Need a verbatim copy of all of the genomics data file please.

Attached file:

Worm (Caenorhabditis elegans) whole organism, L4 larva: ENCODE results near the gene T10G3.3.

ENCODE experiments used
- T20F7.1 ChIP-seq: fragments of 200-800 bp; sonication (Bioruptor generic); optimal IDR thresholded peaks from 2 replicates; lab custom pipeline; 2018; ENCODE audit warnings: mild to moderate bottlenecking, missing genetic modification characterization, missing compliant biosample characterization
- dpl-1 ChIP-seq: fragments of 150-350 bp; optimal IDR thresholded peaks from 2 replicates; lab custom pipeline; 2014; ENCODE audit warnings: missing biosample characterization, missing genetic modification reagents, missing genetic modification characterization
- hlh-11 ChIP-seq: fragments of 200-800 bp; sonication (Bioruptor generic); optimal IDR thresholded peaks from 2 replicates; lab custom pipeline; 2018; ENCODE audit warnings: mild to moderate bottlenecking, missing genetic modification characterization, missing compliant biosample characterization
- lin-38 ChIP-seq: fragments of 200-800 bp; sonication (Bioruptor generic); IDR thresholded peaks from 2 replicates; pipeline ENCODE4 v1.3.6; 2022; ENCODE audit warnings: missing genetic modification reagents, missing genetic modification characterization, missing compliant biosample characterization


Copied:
Worm (Caenorhabditis elegans) whole organism, L4 larva: ENCODE results near the gene T10G3.3.

ENCODE experiments used
- T20F7.1 ChIP-seq: fragments of 200-800 bp; sonication (Bioruptor generic); optimal IDR thresholded peaks from 2 replicates; lab custom pipeline; 2018; ENCODE audit warnings: mild to moderate bottlenecking, missing genetic modification characterization, missing compliant biosample characterization
- dpl-1 ChIP-seq: fragments of 150-350 bp; optimal IDR thresholded peaks from 2 replicates; lab custom pipeline; 2014; ENCODE audit warnings: missing biosample characterization, missing genetic modification reagents, missing genetic modification characterization
- hlh-11 ChIP-seq: fragments of 200-800 bp; sonication (Bioruptor generic); optimal IDR thresholded peaks from 2 replicates; lab custom pipeline; 2018; ENCODE audit warnings: mild to moderate bottlenecking, missing genetic modification characterization, missing compliant biosample characterization
- lin-38 ChIP-seq: fragments of 200-800 bp; sonication (Bioruptor generic); IDR thresholded peaks from 2 replicates; pipeline ENCODE4 v1.3.6; 2022; ENCODE audit warnings: missing genetic modification reagents, missing genetic modification characterization, missing compliant biosample characterization